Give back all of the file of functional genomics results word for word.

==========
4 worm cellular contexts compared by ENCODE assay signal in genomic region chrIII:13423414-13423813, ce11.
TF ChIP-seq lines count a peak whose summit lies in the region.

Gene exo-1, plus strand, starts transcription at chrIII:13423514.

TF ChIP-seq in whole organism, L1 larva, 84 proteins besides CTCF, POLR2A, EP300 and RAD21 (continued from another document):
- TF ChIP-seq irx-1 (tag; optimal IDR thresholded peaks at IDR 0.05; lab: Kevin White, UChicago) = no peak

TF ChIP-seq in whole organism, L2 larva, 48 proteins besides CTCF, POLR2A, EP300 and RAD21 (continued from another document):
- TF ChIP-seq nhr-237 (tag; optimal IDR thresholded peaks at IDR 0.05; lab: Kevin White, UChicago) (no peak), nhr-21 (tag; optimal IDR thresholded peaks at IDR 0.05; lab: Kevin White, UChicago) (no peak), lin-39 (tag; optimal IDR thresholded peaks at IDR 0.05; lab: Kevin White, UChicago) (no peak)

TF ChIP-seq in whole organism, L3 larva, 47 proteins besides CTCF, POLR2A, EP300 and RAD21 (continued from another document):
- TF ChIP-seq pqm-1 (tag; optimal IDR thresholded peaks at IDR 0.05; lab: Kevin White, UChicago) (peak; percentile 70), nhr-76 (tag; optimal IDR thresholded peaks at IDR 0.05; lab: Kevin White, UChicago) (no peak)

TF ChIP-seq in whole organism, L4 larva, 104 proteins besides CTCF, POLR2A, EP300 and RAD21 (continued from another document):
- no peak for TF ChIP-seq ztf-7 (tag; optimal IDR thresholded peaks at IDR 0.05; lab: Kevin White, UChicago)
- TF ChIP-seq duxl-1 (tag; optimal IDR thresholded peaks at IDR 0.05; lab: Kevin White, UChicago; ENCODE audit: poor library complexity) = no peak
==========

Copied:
4 worm cellular contexts compared by ENCODE assay signal in genomic region chrIII:13423414-13423813, ce11.
TF ChIP-seq lines count a peak whose summit lies in the region.

Gene exo-1, plus strand, starts transcription at chrIII:13423514.

TF ChIP-seq in whole organism, L1 larva, 84 proteins besides CTCF, POLR2A, EP300 and RAD21 (continued from another document):
- TF ChIP-seq irx-1 (tag; optimal IDR thresholded peaks at IDR 0.05; lab: Kevin White, UChicago) = no peak

TF ChIP-seq in whole organism, L2 larva, 48 proteins besides CTCF, POLR2A, EP300 and RAD21 (continued from another document):
- TF ChIP-seq nhr-237 (tag; optimal IDR thresholded peaks at IDR 0.05; lab: Kevin White, UChicago) (no peak), nhr-21 (tag; optimal IDR thresholded peaks at IDR 0.05; lab: Kevin White, UChicago) (no peak), lin-39 (tag; optimal IDR thresholded peaks at IDR 0.05; lab: Kevin White, UChicago) (no peak)

TF ChIP-seq in whole organism, L3 larva, 47 proteins besides CTCF, POLR2A, EP300 and RAD21 (continued from another document):
- TF ChIP-seq pqm-1 (tag; optimal IDR thresholded peaks at IDR 0.05; lab: Kevin White, UChicago) (peak; percentile 70), nhr-76 (tag; optimal IDR thresholded peaks at IDR 0.05; lab: Kevin White, UChicago) (no peak)

TF ChIP-seq in whole organism, L4 larva, 104 proteins besides CTCF, POLR2A, EP300 and RAD21 (continued from another document):
- no peak for TF ChIP-seq ztf-7 (tag; optimal IDR thresholded peaks at IDR 0.05; lab: Kevin White, UChicago)
- TF ChIP-seq duxl-1 (tag; optimal IDR thresholded peaks at IDR 0.05; lab: Kevin White, UChicago; ENCODE audit: poor library complexity) = no peak